Clayton: Flu knew what it was doing too, because it would always take out someone when we needed him that week. When this instance-to-instance bug happened, we're like "okay let's get Charlie"... we get an email "Charlie's sick". Okay. And he's out for a week, you know what I mean, and then I think we needed Tyler to fix some stuff, and then he was out by that bug, and Cameron you got hit by it.
Jessica: It was malicious. It was focused. It was intentional—
Rubi: And the flu put these big models in the game. See it wasn't aliens, it was the flu.
Jessica: I mean the flu might be an alien—
Cameron: —that's the twist.
Rubi: Okay so this is conspiracy theory Guild Chat, I kind of dig it.
Rubi: Let's talk about the AI with the NPCs just a second.
Cameron: So we've, we've been working on this episode for a while, since before Path of Fire shipped. And as we were developing this new tech for Path of Fire, one of the things was upgrading our AI so that our creatures could be a little bit more intelligent about how they moved and where they moved in combat. Could be. For some reason, during conversations where creatures are just standing there and they're talking to each other and the player character's talking, we would just have, like, Rox suddenly start moonwalking away. Just in the middle of the conversation, she would still be saying her lines--[crosstalk]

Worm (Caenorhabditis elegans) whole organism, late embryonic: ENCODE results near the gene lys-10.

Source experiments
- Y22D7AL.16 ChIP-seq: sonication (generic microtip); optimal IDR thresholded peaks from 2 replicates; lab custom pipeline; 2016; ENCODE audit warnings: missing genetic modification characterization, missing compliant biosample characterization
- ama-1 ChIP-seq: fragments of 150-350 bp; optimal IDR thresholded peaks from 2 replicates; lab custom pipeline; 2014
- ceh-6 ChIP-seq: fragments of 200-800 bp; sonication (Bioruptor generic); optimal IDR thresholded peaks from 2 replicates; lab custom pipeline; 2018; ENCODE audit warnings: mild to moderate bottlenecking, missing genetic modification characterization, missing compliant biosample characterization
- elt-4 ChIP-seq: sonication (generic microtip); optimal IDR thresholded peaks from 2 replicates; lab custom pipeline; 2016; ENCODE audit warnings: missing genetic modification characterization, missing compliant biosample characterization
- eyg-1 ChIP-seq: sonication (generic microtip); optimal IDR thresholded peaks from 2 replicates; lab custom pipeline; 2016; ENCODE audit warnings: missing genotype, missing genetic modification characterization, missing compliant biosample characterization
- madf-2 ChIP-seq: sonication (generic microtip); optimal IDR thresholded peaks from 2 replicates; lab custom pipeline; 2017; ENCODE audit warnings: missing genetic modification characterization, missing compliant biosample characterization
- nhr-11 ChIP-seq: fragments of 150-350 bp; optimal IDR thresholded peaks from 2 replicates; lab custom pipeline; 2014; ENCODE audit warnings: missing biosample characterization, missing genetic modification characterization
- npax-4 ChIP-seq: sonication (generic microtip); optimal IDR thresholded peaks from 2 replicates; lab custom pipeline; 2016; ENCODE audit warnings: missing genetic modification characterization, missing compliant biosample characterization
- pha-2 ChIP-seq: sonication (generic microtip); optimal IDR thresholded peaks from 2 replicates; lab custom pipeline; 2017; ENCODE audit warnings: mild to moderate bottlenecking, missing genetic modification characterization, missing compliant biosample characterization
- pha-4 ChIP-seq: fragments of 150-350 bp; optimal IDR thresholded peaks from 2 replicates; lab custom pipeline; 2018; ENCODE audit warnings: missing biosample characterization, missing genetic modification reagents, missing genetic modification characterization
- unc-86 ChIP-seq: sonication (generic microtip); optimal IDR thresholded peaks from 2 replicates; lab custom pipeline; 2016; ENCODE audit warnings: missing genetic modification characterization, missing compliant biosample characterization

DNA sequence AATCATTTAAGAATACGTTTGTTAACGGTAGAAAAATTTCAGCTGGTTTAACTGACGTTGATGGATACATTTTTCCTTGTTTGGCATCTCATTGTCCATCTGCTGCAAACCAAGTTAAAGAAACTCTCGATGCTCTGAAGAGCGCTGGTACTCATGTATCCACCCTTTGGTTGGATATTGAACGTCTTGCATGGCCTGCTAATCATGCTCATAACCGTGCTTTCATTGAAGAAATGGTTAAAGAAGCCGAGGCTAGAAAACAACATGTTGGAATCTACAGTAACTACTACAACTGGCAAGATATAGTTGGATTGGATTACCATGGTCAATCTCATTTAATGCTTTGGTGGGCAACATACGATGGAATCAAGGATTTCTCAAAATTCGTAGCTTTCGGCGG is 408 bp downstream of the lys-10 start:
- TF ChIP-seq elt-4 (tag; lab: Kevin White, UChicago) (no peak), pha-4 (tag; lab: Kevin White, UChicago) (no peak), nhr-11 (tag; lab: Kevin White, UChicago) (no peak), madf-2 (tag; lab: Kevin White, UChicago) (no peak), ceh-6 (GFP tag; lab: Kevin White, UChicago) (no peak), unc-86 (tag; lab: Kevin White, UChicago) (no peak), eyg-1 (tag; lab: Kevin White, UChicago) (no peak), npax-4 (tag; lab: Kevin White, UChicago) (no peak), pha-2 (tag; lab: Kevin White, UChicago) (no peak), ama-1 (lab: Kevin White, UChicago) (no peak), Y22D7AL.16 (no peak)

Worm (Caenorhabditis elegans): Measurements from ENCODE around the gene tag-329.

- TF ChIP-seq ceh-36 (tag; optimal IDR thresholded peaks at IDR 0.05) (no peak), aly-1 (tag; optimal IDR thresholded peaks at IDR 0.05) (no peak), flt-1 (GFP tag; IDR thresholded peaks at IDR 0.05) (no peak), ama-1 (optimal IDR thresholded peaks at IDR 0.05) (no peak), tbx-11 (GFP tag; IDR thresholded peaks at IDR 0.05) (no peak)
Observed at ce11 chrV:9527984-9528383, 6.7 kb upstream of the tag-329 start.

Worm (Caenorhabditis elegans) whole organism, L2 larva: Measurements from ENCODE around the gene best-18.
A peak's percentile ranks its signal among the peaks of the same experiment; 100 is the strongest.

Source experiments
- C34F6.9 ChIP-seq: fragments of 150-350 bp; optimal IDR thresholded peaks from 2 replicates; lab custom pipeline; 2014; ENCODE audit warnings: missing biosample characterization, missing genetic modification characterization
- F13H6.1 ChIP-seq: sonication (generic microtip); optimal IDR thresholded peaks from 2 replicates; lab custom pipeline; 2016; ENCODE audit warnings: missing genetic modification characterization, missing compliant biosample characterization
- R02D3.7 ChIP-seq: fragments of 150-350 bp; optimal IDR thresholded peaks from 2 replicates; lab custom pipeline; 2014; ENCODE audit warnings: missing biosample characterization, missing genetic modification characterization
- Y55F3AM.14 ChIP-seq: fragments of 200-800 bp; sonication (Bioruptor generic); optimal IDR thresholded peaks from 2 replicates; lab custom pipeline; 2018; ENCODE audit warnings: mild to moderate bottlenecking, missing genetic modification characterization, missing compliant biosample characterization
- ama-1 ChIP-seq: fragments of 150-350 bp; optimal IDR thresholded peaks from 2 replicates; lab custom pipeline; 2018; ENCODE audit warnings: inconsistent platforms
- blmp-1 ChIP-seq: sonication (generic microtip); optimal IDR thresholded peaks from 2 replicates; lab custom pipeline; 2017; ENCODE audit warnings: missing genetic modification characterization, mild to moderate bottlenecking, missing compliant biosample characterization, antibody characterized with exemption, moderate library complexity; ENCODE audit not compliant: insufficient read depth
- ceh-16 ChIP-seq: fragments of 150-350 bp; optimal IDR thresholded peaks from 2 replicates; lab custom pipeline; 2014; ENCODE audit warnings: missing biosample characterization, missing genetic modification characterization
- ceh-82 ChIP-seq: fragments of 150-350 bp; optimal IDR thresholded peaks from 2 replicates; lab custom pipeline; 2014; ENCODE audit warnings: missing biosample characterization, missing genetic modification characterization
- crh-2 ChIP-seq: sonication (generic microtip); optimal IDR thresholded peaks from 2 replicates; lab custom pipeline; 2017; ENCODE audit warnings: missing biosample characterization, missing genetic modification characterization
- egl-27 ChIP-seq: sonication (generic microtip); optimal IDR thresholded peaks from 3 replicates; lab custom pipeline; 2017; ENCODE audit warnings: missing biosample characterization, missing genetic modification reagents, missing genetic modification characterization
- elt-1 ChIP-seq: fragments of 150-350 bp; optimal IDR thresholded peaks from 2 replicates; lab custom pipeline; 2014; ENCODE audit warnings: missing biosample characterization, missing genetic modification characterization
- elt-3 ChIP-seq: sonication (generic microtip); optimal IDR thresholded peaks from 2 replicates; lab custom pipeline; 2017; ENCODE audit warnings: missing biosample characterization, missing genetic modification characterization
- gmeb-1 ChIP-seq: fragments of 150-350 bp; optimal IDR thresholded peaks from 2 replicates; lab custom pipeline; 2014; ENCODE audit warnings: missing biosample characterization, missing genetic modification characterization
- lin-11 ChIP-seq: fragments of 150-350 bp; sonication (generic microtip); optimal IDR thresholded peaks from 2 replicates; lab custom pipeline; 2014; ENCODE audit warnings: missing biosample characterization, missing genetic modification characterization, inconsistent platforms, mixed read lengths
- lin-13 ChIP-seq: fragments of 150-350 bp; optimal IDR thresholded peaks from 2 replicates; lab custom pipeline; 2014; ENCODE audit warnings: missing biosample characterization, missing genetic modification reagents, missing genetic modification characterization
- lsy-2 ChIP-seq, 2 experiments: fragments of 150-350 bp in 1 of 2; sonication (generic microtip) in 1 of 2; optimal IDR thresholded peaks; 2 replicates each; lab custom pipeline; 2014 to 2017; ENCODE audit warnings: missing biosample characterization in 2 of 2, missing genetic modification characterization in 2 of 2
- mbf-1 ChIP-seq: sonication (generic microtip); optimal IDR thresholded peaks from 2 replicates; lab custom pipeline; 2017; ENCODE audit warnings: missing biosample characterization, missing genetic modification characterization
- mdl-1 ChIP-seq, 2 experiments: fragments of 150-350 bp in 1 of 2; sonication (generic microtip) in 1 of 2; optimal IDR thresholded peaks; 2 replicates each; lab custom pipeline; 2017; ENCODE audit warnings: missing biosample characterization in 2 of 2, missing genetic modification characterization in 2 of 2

Cameron: --yeah, and she's just like, "Getting out of here! Not comfortable in this situation anymore." Or we'd be in combat, and we'd be running and you'd have the, uh, like Rox and Braham and Boticca following you down the lane, and suddenly Braham would just start kind of like, side-skipping off to the side, and then he'd come back for a little bit and be like, "Okay I'm back in line." It was ridiculous, and there were so many times where we were just sitting there like, "Why. Why is this happening?" There's no rhyme or reason to it, you would just see it happen randomly, even on creatures who literally had no script attached to them other than, "Hey, sit here and like, play this animation--"
Rubi: And do nothing else.
Cameron: Right, and participate in this one conversation but don't do anything else. And suddenly they would just be moonwalking backwards.
Jessica: Scarab Plague. Scary.
Cameron: I don't remember exactly what was causing it but uh, but I think we fixed it. That, or they just like learned that we were on to them.
Rubi: They can see us. It's like Toy Story, when we're not looking--
Jessica: You give them a little bit of intelligence, and they look around at the environment that we put them in and what's gonna happen to them and they're like--
Rubi: I feel like it was working as intended, frankly. I mean [crosstalk] I'd moonwalk away too. I know how this ends, I want nothing to do with this.
Rubi: I have to confess, I'm honestly a little sad that you'd fixed it because I never got to see it. But if there's video, somebody let me know.
Clayton: Maybe we can find it. If that evidence is not burned yet, we could find it for you.
Cameron: I'm sure there's a bug in our system that we can check for.